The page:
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Rolls-Royce Motor Cars PressClub · Article.


As Rolls-Royce Motor Cars marks the retirement of Torsten Müller-Ötvös after almost 14 years as its Chief Executive Officer, the company reflects on Claude Johnson – the only person in the marque’s history to have held the top job for longer.


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Andrew Ball
Rolls-Royce Motor Cars

  • Rolls-Royce Motor Cars reflects on the lasting influence of the company’s first chief executive, Claude Goodman Johnson (24 October 1864 - 11 April 1926)
  • A gifted publicist and marketer who became known as ‘the hyphen in Rolls-Royce’
  • Managed the company from 1906 until his death 20 years later
  • Retiring in November 2023 after almost 14 years, Torsten Müller-Ötvös is the longest-serving CEO of the modern era, and second only to Johnson in time at the head of the marque
  • Continued a long line of influential Rolls-Royce CEOs who shaped both the company and the wider automotive and luxury industries during their tenure

“Though perhaps less familiar in the public mind, Claude Johnson is probably the most important and influential figure in the annals of Rolls-Royce apart from the founders themselves. As we mark the retirement of Torsten Müller-Ötvös after almost 14 years as our Chief Executive Officer, this seemed the ideal moment to shine a light on the only person in the marque’s history to have held the top job for longer. A larger-than-life character, Johnson was evidently a force to be reckoned with; it was his energy, enthusiasm, vision and dedication that made Rolls-Royce a household name around the world. Even today, he's still known as ‘the hyphen in Rolls-Royce’ – a fitting tribute to a truly remarkable man.”
Andrew Ball, Head of Corporate Relations and Heritage, Rolls-Royce Motor Cars


The Hon Charles Stewart Rolls first met Henry Royce in Manchester on 4 May 1904. On his return to London, the first person he told about his historic encounter was his business partner, Claude Johnson.

Large-framed, broad-shouldered and extrovert, Johnson was 13 years Rolls’ senior. A gifted marketer and organiser, he began his career running scientific and trade exhibitions, then spent six lively years as the very first Secretary of the Automobile Club of Great Britain and Ireland, which would become the Royal Automobile Club (RAC).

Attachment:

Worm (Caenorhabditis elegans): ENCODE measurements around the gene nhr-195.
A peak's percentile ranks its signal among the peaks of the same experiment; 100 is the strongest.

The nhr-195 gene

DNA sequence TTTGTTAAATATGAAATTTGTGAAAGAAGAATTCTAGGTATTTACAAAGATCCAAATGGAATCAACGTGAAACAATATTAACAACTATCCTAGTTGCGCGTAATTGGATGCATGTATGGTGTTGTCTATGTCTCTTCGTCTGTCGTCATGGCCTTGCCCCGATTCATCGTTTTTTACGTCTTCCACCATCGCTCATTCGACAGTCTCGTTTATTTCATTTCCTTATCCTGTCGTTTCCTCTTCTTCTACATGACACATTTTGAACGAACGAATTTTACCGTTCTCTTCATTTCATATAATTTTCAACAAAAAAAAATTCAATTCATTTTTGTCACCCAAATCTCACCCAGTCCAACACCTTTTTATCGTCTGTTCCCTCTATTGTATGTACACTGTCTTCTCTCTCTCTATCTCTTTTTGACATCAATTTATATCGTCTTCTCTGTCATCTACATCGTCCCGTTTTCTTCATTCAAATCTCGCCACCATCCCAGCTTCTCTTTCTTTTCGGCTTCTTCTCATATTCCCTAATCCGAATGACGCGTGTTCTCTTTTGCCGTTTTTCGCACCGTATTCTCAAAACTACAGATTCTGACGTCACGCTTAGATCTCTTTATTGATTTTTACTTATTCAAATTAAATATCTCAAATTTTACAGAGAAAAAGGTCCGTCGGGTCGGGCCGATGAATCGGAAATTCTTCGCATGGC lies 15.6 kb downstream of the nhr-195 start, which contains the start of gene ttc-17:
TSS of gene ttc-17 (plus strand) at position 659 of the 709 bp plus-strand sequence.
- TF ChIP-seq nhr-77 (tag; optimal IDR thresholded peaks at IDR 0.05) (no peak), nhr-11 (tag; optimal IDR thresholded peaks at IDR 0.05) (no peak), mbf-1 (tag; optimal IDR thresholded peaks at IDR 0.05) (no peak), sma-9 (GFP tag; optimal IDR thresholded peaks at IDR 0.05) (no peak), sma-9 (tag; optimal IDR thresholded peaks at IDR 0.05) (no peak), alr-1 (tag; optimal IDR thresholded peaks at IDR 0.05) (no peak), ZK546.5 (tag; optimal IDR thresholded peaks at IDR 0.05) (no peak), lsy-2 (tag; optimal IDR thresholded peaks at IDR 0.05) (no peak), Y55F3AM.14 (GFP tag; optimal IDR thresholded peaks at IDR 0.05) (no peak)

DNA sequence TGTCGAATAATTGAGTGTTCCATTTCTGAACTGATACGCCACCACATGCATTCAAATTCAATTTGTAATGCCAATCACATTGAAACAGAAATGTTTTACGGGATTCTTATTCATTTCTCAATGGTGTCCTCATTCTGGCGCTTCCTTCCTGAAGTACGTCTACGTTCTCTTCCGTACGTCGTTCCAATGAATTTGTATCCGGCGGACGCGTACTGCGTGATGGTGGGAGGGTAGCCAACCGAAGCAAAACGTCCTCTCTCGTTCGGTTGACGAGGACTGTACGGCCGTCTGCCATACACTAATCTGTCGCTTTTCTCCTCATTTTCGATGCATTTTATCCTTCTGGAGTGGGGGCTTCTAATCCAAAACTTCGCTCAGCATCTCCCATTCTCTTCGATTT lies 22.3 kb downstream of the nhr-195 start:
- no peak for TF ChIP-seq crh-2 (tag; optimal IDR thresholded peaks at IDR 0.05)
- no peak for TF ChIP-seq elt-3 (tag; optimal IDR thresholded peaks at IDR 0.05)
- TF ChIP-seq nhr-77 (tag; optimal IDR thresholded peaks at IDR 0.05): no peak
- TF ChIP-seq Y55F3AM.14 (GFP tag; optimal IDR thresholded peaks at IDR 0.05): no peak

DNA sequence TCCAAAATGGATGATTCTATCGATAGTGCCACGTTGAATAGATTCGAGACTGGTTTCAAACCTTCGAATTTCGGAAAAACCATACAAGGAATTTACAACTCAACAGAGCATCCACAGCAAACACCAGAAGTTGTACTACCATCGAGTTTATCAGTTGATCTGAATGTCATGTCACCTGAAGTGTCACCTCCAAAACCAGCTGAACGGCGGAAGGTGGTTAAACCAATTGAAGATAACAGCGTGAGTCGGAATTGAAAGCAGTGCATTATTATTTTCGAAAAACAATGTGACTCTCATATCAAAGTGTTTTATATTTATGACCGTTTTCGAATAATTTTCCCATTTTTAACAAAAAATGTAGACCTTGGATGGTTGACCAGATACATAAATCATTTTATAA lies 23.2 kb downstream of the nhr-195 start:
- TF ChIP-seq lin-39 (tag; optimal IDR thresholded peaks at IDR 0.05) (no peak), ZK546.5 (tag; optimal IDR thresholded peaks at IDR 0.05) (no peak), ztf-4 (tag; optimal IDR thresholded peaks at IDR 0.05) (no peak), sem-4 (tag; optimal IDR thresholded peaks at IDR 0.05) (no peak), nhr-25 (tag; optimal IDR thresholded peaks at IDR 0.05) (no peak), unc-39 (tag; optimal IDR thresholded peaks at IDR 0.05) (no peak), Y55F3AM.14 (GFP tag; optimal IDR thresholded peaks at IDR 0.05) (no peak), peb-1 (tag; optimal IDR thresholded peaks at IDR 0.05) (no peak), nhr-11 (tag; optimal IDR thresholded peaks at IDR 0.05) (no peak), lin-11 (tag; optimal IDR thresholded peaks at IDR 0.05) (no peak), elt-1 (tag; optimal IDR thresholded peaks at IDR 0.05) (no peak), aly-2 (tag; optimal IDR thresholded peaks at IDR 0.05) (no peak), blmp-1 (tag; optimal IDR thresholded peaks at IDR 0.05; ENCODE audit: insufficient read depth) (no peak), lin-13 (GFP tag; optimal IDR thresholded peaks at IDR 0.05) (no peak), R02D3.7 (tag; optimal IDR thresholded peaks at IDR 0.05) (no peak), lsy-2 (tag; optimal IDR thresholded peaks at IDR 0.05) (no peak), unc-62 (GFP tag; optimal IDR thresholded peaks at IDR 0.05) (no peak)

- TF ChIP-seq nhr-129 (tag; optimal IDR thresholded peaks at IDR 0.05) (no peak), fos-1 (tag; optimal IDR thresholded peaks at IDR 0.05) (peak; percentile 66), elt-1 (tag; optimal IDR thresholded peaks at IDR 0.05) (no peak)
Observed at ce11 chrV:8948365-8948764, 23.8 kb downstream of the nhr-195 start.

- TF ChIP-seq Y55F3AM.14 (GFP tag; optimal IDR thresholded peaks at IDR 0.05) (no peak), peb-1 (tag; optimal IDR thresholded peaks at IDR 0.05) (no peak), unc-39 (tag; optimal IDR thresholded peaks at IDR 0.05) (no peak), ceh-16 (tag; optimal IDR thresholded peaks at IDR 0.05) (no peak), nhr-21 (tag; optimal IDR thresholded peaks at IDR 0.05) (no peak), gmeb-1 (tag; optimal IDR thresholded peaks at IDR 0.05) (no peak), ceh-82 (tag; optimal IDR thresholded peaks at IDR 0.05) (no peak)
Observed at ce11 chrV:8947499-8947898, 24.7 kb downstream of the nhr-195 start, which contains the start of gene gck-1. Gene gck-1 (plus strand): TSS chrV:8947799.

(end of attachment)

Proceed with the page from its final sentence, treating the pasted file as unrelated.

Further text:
In 1903, he joined C S Rolls & Co, one of Britain’s first-ever car dealerships, which Rolls had established in January of the previous year. When Rolls and Royce set up their new company following their 1904 meeting, Johnson brought much-needed commercial acumen and financial backing to the fledgling enterprise.


In 1906 Johnson became the first Commercial Managing Director of Rolls-Royce Limited, taking on the job of sales and marketing. A natural showman with a prodigious talent for generating publicity (for himself, as well as the company) it was a task to which he was ideally suited, and applied himself with both great zeal and tremendous success. It was he who persuaded Royce to refine the company’s offering to a single model, the 40/50 H.P., which became world-famous under the name Johnson coined for it – the Silver Ghost. It was Johnson who also overcame Royce’s numerous objections and convinced him of the virtues of offering to supply every Rolls-Royce motor car with an official mascot. More than a century later, the Spirit of Ecstasy, designed by the sculptor Charles Sykes, remains one of the world’s most recognisable and desirable brand emblems.


In 1911, after years of accumulated stress and overwork, Royce’s health collapsed. As part of his recuperation, Johnson took him on an extended road trip through Europe to Egypt. During a stop in the South of France on the return journey, Royce became enchanted with the tiny hamlet of Le Canadel, near Nice. Johnson knew his man, and promptly bought a parcel of land, where he commissioned a new house for Royce, plus a smaller villa for visiting draughtsmen and assistants. For the rest of his life, Royce (very sensibly) spent his winters working from home at Le Canadel, and from 1917, summers at his beloved Elmstead in West Wittering, West Sussex.